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An easier way to teach robots new skills | MIT News

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As e-commerce orders flood in, a warehouse robot picks up mugs from a shelf and places them in boxes to ship them. Everything buzzes, until the warehouse processes a change and the robot now has to grab taller, narrower cups that are stored upside down.

Reprogramming this robot involves hand labeling thousands of pictures that show it how to grab those new cups, and then retraining the system.

But a new technique developed by MIT researchers would only require a handful of human demonstrations to reprogram the robot. This method of machine learning allows a robot to pick up and place never-before-seen objects into random poses it has never encountered. In 10-15 minutes, the robot would be ready to perform a new pick-and-place task.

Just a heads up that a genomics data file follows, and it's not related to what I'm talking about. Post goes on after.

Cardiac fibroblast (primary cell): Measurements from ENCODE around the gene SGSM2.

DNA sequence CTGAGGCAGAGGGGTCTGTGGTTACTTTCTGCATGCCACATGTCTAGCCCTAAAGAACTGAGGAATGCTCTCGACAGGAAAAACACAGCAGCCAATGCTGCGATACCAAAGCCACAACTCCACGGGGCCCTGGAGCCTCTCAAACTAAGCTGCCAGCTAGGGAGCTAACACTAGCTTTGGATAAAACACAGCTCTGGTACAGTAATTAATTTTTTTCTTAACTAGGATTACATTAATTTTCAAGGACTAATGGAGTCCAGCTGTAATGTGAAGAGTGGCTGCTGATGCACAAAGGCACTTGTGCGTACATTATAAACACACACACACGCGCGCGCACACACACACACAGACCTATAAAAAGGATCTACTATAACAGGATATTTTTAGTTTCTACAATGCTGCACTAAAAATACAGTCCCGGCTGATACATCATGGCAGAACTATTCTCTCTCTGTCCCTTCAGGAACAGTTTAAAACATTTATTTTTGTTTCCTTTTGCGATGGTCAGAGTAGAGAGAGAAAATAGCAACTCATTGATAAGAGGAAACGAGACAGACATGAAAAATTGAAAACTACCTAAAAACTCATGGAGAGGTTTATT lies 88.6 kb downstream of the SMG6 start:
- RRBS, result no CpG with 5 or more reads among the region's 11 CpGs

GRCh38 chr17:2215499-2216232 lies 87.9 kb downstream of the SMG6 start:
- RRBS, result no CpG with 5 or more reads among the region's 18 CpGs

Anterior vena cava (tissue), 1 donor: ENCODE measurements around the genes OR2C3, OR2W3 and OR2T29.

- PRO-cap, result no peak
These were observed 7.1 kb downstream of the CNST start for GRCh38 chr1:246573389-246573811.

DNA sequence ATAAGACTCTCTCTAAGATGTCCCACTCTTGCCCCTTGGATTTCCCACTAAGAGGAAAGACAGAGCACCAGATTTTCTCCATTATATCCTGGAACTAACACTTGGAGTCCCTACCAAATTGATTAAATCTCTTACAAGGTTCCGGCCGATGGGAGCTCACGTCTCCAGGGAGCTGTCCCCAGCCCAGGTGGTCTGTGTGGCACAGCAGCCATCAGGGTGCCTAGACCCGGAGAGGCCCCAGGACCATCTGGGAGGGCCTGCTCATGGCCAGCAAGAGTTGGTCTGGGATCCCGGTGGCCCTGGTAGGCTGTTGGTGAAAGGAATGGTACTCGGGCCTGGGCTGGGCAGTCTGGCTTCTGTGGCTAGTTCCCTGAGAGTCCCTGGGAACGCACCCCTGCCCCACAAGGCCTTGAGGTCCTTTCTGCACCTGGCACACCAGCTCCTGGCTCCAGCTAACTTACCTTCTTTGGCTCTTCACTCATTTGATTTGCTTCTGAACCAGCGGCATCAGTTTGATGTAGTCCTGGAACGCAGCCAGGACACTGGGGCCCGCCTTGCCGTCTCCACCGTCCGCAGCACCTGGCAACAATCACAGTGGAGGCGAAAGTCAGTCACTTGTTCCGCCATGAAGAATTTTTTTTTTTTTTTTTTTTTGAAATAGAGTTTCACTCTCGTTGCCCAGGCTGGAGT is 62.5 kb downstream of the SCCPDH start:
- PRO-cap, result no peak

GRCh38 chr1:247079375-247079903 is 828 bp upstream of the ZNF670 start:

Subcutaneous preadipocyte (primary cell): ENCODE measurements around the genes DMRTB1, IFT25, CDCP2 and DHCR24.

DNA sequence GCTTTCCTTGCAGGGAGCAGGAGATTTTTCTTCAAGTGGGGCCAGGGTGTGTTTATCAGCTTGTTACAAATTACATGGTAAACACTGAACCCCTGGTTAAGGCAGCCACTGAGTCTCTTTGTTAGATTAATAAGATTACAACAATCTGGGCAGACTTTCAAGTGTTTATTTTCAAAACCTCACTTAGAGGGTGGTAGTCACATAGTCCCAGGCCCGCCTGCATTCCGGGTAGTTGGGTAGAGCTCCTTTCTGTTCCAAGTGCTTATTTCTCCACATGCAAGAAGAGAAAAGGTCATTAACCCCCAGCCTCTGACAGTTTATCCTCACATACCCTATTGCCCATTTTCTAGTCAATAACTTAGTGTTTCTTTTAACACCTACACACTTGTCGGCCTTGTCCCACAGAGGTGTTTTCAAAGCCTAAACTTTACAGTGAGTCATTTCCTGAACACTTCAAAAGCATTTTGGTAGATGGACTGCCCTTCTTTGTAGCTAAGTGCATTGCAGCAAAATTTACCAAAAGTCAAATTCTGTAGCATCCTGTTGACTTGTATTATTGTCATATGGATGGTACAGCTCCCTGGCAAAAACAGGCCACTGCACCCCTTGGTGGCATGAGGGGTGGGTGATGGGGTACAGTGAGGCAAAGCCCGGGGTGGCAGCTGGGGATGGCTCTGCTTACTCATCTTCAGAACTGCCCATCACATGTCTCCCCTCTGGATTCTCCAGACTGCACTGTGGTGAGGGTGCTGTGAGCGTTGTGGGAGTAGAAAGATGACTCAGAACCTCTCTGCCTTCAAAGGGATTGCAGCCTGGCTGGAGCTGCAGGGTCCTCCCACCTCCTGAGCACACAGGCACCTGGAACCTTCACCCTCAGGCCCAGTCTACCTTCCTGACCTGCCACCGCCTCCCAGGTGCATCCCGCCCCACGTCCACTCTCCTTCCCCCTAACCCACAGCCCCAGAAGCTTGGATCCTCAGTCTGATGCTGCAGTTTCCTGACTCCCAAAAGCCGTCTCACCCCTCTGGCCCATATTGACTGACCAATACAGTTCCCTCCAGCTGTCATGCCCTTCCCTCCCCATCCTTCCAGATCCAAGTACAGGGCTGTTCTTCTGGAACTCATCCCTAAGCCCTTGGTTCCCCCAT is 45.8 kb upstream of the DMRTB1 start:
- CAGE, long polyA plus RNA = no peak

The technique uses a specially designed neural network to reconstruct the shapes of 3D objects. With just a few demos, the system uses what the neural network has learned about 3D geometry to grab new objects similar to those in the demos.

In simulations and using a real robotic arm, the researchers show that their system can efficiently manipulate never-before-seen cups, bowls and bottles, arranged in random poses, using just 10 demonstrations to teach the robot.

“Our major contribution is the general ability to deliver new skills much more efficiently to robots that need to operate in less structured environments where there could be a lot of variability. The concept of generalization by construction is a fascinating ability because this problem is usually much harder,” says Anthony Simeonov, an electrical and computer engineering (EECS) graduate student and co-lead author of the paper.